[Show abstract][Hide abstract] ABSTRACT: Artificial release of marked adult Diaphorina citri, the insect vector of citrus greening disease, was performed in July 2007 (10,000 adults released, experiment 1) and October
2008 (1,000 adults released, experiment 2) to determine the association of the dispersal pattern with disease invasion risk.
During the experimental periods, in experiment 1, the mean dispersal distances from the release point were 5–6m and in experiment
2 they were 6–12m. Further examination of the relationship between dispersal distance and season is needed. The number of
released D. citri declined with increasing distance from the release point and did not change markedly with time. The center of distribution
moved little during the experimental period. These results suggest that the adult D. citri barely moved once they had colonized a host plant within a few days after their release. Our results also suggest that the
released D. citri moved with the wind. The diffusion coefficient was estimated at 7.23 from experiment 1, but random diffusion might be a poor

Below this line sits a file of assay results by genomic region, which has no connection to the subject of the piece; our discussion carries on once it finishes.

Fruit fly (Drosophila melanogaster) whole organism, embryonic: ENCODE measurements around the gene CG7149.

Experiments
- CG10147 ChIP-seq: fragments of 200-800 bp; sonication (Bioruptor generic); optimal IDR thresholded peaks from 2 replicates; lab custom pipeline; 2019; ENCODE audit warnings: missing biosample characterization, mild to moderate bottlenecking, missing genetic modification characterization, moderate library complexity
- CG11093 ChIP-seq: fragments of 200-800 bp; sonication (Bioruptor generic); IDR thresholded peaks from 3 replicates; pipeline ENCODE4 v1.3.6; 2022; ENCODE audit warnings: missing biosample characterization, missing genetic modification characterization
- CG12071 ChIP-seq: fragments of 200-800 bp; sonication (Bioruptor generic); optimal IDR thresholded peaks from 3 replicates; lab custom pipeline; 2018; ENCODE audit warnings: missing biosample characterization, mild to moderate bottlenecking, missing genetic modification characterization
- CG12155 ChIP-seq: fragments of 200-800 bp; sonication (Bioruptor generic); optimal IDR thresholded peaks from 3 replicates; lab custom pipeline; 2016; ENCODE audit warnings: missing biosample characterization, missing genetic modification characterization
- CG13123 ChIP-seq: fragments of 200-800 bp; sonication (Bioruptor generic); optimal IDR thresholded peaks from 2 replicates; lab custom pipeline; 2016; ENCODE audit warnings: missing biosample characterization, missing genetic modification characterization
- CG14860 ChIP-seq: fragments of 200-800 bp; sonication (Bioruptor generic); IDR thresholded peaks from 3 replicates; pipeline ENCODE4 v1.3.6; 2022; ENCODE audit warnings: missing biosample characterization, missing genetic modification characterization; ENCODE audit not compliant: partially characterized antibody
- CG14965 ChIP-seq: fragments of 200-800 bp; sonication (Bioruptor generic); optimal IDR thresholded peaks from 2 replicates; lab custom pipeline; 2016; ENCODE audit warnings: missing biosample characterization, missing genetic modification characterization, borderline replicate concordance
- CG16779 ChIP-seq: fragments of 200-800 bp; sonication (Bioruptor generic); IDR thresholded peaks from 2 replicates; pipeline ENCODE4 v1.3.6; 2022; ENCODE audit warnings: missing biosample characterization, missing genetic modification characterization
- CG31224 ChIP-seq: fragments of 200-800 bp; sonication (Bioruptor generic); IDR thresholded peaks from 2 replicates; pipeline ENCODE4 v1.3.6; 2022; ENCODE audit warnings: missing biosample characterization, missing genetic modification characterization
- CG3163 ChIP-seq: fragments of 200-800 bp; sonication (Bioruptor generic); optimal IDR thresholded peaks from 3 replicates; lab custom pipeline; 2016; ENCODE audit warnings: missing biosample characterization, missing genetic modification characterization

descriptor of the dispersal of adult D. citri.
KeywordsHuanglongbing–Psyllid vector–Citrus orchard–Risk management–Epidemiology
[Show abstract][Hide abstract] ABSTRACT: The Asian citrus psyllid Diaphorina citri is an important vector of citrus greening disease (Huanglongbing). We investigated its dispersal pattern on Citrus depressa by no-choice and choice tests to determine the risk of the spread of Huanglongbing. D. citri began to disperse from a released tree to another tree 4-5 d after adult emergence. The dispersal movement of adults was more active on trees with newly developing buds. Choice testing between trees with and without buds revealed that released adults preferred trees with buds over the 2 d test period. This preference disappeared when both trees were treated with a sticky spray to prevent adult movement between trees. These results suggest that adult D. citri do not select trees with new buds from a distance but recognize them by random movement between trees.
Japanese Journal of Applied Entomology and Zoology 01/2011; 55(3):177-181. DOI:10.1303/jjaez.2011.177 · 0.20 Impact Factor